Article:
Magazine article Gramophone

Giuseppe Sinopoli

Magazine article Gramophone

Giuseppe Sinopoli

Article excerpt

Giuseppe Sinopoli 'Edition Staatskapelle Dresden, Vol 35' Liszt Orpheus, S98 Schumann Symphony No 4, Op 120 Sinopoli Pour un livre a Venise--Hommage a Costanzo Porta. Lou Salome Symphonic Fragment (a). Tombeau d'Armor III (b) R Strauss Ein Heldenleben Wagner Rienzi Overture Weber Oberon--Overture Staatskapelle Dresden / Giuseppe Sinopoli, (b) Sylvain Cambreling, (a) Peter Ruzicka Profil (F) (2) PH07053 042' * DDD) Recorded live 1993-2004

Until a heart attack felled him in 2001, Giuseppe Sinopoli had been a loving and assiduous curator of the 'Dresden sound'. Instantly recognisable from the horn solos of the Oberon Overture, as softly piercing as dawn light, or the trumpet-call to launch Rienzi, the Staatskapelle is the hero of the set, not excluding the glinting, Bergian textures of the conductor's own music.

Sinopoli's parallel study of archaeology could transfer itself too readily to the podium. London audiences in the 1980s puzzled over Philharmonia Orchestra concerts more like luxuriously published excavation reports, with every layer of detail scrupulously tagged and annotated. At any rate that was my experience, on the single occasion I saw him live, in Mahler's Eighth Symphony, and one borne out by many of his DG recordings. It was clear to see and hear how he was probing for a deeper meaning but what he found beneath the always beautifully turned surface was less obvious. Perhaps, like Busoni, he expected his listeners to do their own work and meet him halfway.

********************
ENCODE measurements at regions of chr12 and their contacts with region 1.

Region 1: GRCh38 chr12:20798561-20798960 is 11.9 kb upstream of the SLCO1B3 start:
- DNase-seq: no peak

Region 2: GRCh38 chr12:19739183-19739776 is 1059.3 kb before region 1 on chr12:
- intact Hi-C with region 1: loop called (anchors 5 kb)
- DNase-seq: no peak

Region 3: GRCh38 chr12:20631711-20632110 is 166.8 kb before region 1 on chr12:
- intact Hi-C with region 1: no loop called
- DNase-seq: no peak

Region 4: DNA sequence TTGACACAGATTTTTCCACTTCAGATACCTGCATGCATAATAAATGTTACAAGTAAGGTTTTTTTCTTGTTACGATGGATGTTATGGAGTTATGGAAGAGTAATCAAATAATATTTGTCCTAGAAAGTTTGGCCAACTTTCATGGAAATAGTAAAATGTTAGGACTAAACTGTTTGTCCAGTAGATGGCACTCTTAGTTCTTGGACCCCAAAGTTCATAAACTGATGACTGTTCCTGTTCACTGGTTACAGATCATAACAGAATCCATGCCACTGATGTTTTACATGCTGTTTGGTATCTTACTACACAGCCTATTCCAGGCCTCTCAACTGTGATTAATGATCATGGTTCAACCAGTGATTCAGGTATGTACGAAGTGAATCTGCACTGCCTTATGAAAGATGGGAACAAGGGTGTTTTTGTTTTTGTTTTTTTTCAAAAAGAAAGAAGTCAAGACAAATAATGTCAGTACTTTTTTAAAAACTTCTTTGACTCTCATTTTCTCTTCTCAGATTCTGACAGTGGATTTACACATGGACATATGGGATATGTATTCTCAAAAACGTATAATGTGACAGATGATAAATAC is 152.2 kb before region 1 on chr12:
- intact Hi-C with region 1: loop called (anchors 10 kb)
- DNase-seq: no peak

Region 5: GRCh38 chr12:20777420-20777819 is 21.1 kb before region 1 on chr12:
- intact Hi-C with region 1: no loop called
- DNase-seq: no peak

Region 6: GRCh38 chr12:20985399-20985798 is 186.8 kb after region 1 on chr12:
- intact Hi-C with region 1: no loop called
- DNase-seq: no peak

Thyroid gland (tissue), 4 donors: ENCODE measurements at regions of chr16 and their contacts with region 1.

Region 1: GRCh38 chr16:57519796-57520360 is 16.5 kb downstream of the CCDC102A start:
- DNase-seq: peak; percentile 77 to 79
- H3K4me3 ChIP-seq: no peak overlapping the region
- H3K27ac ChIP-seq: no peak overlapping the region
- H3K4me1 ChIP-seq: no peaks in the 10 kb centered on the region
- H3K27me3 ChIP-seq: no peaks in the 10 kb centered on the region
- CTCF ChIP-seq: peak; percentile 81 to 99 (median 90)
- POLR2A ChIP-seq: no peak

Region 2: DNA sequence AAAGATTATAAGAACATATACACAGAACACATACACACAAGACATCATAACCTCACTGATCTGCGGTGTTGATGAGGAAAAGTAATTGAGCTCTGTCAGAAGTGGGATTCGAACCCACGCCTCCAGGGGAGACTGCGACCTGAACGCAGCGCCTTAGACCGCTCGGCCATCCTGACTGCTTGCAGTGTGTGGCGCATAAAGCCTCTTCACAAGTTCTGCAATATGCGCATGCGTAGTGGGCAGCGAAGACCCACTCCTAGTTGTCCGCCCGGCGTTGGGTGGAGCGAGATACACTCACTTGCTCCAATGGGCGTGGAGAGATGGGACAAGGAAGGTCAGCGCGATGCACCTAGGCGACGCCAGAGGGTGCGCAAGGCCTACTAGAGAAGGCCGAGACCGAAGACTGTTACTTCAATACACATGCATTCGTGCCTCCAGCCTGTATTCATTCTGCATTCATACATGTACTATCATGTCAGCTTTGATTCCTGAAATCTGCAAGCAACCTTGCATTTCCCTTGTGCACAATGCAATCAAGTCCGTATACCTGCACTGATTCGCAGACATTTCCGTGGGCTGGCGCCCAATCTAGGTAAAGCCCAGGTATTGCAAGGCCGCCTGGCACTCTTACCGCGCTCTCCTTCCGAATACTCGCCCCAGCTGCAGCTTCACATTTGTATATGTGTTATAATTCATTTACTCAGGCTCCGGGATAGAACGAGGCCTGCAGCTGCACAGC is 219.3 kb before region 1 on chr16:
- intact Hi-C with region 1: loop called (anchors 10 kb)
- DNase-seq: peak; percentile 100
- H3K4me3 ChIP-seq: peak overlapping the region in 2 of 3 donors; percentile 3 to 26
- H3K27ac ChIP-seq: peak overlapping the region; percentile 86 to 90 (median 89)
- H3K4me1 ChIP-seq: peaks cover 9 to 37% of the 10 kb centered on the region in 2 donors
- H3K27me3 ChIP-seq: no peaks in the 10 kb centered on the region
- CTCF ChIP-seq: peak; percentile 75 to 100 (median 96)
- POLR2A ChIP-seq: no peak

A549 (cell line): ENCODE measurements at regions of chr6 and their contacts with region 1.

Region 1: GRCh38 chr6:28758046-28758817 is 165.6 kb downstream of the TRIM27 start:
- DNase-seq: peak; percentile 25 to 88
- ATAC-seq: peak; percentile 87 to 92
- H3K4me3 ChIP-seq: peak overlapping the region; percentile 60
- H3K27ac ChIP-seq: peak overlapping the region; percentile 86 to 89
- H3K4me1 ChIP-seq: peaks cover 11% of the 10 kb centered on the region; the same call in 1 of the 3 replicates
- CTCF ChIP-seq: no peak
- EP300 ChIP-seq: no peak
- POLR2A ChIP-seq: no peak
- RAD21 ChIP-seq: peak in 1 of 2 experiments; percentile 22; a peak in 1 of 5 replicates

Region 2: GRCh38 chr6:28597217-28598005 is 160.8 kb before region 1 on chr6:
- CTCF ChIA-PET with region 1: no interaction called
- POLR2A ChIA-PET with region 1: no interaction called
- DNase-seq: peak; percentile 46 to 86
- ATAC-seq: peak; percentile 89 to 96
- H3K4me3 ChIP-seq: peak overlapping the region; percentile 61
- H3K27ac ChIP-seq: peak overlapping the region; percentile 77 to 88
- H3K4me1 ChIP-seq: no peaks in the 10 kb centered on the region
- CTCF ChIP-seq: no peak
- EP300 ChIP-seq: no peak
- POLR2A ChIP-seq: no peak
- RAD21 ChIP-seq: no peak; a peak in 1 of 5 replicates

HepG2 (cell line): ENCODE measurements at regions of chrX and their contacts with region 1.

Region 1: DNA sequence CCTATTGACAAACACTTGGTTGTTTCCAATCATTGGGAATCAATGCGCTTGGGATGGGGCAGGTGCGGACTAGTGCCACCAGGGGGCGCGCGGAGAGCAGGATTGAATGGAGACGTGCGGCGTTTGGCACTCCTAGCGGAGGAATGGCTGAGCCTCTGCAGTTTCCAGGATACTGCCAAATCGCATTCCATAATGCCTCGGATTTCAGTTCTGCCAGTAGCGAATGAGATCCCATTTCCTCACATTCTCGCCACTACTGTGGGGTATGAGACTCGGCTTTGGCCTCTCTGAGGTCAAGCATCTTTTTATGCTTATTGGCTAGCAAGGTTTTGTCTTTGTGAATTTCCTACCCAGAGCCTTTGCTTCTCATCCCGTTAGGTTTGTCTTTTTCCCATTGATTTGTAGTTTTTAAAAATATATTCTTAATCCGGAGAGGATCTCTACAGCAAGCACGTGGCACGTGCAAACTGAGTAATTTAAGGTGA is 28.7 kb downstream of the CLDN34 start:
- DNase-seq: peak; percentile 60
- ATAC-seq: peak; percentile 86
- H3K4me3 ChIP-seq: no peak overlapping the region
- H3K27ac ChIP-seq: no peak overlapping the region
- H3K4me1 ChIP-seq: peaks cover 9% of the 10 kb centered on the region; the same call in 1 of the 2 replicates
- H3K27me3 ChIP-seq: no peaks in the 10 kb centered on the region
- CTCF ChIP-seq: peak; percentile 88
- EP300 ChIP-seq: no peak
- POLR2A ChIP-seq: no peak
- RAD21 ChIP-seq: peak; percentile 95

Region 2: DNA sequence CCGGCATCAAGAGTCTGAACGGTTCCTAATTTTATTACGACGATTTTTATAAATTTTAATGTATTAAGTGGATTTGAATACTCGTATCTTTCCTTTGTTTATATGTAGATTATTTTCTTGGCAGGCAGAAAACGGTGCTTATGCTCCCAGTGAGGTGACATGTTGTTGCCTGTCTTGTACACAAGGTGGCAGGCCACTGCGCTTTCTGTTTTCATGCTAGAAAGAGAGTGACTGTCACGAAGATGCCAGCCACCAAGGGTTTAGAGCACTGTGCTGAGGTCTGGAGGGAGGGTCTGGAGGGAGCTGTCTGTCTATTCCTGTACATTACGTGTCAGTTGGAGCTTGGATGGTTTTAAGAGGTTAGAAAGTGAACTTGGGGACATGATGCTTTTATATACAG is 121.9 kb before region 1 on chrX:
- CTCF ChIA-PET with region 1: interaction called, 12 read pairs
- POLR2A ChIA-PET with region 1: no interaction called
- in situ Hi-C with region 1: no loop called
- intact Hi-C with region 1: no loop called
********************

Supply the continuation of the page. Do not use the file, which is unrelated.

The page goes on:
Compared to their studio-made counterparts, the well-chosen Romantic classics are very much live performances: more charged with tension and adrenalin in Weber, Liszt and Schumann, more emphatic in Strauss. Challenges of orchestral balance are less obviously investigated and eccentrically solved by the radio microphones than by DG's engineers. The playing is always assured while occasionally lacking the last degree of polish at moments of high stress and transition--and arguably all the better for it. …

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